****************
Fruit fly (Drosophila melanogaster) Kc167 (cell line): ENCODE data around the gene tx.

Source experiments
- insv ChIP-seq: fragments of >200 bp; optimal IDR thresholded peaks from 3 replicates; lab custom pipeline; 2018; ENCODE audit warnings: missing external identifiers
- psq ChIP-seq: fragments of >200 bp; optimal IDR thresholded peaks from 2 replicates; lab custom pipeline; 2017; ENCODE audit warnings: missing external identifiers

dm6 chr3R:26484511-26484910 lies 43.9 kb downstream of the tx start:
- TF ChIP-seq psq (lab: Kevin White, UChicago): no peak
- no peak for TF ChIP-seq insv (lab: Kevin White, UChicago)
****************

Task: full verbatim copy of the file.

Fruit fly (Drosophila melanogaster) Kc167 (cell line): ENCODE data around the gene tx.

Source experiments
- insv ChIP-seq: fragments of >200 bp; optimal IDR thresholded peaks from 3 replicates; lab custom pipeline; 2018; ENCODE audit warnings: missing external identifiers
- psq ChIP-seq: fragments of >200 bp; optimal IDR thresholded peaks from 2 replicates; lab custom pipeline; 2017; ENCODE audit warnings: missing external identifiers

dm6 chr3R:26484511-26484910 lies 43.9 kb downstream of the tx start:
- TF ChIP-seq psq (lab: Kevin White, UChicago): no peak
- no peak for TF ChIP-seq insv (lab: Kevin White, UChicago)